“The OAC is unlike any other obesity-focused non-profit. The OAC truly represents those affected by this disease and fights on a daily basis to ensure those affected are respectfully represented in all areas, such as advocacy, combating weight bias and discrimination, treatment and much more. I hope my service can complement the passion and determination of all our members,” said Ted Kyle, RPh, MBA, OAC Chairman. Ted has served on the OAC National Board of Directors since 2010 and was named vice-chairman of the Coalition in early 2013.

The OAC also welcomes Tammy Beaumont, BSN, RN, CBN; Walter Medlin, MD, FACS; and Melinda J. Watman, BSN, MSN, CNM, MBA; to the 2014 OAC National Board of Directors.
Tammy joined the OAC in 2005 and is the director of a bariatric program in Dallas, a certified bariatric nurse and a bariatric surgery patient. Tammy serves on various OAC committees, such as the Convention planning committee, the Convention Program Agenda Subcommittee, the Revenue Generation Committee, and more.

Dr. Medlin was recently honored with the OAC’s “Member of the Year” award and is a frequent author in Your Weight Matters Magazine. He is the director of the Metabolic Surgery program at Billings Clinic in Montana and has struggled with his weight since first grade.

Melinda, recipient of the OAC’s “Bias Buster of the Year” award, has testified with courage and passion to a panel of legislators about her personal experiences with weight bias and obesity, the importance of respecting people of all sizes and shapes and protecting them from discrimination.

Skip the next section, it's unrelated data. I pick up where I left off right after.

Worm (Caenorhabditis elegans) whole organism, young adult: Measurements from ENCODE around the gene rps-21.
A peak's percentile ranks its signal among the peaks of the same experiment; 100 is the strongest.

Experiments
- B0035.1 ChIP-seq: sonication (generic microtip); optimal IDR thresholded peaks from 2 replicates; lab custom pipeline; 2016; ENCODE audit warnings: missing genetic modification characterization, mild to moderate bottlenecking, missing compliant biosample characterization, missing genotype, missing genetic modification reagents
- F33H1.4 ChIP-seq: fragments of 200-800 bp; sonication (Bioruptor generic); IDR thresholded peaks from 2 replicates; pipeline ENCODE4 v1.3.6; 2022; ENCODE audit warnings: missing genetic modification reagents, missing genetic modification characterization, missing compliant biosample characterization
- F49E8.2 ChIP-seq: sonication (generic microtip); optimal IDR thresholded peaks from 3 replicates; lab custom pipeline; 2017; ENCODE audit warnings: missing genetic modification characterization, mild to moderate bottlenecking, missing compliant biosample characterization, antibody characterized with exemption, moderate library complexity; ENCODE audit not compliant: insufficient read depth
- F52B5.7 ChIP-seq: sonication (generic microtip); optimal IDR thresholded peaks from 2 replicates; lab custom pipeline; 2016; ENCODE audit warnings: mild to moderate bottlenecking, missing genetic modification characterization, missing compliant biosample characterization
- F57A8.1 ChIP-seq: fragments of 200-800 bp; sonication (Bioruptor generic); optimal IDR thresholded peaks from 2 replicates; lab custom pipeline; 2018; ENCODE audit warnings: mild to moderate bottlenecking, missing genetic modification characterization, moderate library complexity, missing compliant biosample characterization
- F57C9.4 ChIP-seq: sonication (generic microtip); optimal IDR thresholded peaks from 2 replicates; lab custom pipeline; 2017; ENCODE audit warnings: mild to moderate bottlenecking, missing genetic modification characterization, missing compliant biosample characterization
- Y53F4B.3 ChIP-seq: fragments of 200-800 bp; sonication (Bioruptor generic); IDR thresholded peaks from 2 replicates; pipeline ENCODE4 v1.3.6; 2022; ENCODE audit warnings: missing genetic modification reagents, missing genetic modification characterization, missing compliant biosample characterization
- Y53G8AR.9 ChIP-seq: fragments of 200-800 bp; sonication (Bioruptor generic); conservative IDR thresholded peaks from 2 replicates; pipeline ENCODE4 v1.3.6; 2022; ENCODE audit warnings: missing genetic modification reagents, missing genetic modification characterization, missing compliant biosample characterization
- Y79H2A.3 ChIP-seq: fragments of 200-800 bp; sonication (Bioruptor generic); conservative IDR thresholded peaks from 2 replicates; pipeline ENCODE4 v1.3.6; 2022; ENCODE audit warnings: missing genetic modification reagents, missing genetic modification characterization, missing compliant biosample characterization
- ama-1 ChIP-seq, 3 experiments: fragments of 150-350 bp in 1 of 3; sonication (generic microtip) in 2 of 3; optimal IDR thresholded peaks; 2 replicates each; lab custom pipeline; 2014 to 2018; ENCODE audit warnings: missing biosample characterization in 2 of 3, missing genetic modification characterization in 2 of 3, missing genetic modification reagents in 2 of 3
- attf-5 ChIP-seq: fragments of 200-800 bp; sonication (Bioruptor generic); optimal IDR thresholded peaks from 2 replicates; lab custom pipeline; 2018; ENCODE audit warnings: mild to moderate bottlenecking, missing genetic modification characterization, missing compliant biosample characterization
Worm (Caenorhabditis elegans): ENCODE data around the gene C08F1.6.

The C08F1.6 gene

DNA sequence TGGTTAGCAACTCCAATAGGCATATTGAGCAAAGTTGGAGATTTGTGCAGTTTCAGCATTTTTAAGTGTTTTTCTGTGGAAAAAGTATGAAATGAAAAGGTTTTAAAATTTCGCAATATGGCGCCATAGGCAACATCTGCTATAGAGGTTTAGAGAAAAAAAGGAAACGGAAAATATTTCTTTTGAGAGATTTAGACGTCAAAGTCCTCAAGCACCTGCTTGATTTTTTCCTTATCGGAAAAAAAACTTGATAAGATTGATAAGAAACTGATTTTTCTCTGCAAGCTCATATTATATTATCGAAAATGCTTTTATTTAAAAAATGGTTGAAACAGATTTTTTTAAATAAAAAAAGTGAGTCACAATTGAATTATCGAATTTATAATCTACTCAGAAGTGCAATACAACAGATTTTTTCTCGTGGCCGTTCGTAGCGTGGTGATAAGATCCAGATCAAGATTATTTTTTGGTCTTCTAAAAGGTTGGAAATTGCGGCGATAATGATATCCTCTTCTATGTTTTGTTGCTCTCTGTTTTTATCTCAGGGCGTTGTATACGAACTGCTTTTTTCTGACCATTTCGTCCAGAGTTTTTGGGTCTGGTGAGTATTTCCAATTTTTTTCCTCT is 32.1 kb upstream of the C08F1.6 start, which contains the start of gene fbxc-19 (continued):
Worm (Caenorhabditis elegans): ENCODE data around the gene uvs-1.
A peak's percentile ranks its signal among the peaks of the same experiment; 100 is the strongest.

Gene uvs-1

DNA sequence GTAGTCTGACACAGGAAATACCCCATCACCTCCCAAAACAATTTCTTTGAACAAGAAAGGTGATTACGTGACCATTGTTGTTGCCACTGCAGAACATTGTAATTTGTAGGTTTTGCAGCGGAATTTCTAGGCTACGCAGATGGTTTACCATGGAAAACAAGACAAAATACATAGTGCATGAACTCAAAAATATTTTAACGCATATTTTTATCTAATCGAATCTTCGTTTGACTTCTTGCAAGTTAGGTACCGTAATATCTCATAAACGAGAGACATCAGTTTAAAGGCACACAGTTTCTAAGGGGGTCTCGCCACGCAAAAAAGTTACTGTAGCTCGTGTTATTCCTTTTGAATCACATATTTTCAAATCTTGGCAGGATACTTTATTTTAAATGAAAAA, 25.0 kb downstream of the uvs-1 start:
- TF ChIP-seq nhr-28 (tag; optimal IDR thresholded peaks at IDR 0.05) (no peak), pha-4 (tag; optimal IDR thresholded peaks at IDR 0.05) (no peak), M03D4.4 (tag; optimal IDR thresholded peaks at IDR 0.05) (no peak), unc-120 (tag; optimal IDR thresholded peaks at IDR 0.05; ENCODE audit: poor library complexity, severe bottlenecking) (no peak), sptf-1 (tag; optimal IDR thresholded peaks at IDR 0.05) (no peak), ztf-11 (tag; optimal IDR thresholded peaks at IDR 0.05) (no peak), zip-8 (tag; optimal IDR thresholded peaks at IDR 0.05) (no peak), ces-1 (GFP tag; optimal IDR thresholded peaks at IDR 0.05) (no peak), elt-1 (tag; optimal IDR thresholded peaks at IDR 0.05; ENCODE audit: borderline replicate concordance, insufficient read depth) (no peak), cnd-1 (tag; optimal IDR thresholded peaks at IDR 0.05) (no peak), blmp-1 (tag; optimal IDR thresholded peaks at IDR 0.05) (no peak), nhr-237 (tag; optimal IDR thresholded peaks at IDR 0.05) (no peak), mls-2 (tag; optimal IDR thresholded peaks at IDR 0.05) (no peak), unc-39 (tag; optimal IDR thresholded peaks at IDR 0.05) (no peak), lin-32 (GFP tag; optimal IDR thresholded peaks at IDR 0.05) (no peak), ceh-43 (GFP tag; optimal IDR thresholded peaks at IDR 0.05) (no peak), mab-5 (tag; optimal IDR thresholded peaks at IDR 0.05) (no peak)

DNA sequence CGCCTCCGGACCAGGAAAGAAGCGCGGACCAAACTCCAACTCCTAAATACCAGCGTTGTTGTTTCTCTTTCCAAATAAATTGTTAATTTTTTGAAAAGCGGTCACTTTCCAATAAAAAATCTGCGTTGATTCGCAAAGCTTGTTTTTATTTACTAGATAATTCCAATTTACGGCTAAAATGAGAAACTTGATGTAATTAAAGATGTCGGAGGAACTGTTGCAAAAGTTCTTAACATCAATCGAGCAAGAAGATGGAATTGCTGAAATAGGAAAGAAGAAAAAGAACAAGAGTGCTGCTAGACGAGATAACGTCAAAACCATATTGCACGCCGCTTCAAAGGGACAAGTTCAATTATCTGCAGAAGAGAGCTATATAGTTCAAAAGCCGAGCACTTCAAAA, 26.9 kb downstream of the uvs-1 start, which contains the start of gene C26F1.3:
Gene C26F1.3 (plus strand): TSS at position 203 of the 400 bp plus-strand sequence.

The remaining OAC National Board of Directors are as follows: Pam Davis, RN, BSN, CBN, Immediate-Past Chairman; Georgeann Mallory, RD, Treasurer; Jacqueline Jacques, ND, Secretary; Jim Fivecoat, MBA; Amber Huett-Garcia, BS, MPA; Robert Kushner, MD; Holly F. Lofton, MD; Tracy Martinez, RN, BSN, CBN; Lloyd Stegemann, MD, FASMBS; and Michelle Vicari.

The 2014 Board of Directors’ slate was presented to the membership in the November 2013 OAC Members Make a Difference e-newsletter. We invited our members to review the slate and submit their own candidate, if desired. The OAC received full support of the slate and we now welcome Tammy, Dr. Medlin and Melinda to the Board.

For more information on the OAC National Board of Directors, please visit the OAC website at www.ObesityAction.org.

The Obesity Action Coalition (OAC), a nearly 50,000 member-strong National non-profit organization, is dedicated to improving the lives of individuals affected by the disease of obesity through education, advocacy and support.

News from the American Board of Obesity Medicine
American Board of Obesity Medicine announces an early application deadline for the 2014 certification examination. Certification examination for obesity medicine physician candidates will now have the opportunity to submit applications for an early deadline at a reduced application fee.
•    Early Application Deadline:
July 21, 2014
Fee: $1,500
•    Application Deadline:
September 15, 2014
Fee: $1,750

Visit http://abom.org/how-to-apply/policies-procedures/ to download the examination policies and procedures.

ABOM announces plans to launch an online application portal. The ABOM will launch its online application portal in January 2014. The application submission process will be greatly simplified. Steps are as follows:
Step 1. Click on the signup button.
Step 2. Once you complete the signup process, you will receive an e-mail to confirm your registration. Make sure to check your spam box just in case. Please add us to your safe sender list so that you can continue to receive messages from us.
Step 3. Upload all application material on the site as per the instructions shown at log in. Please have all of your supporting documents in PDF format for ease in uploading.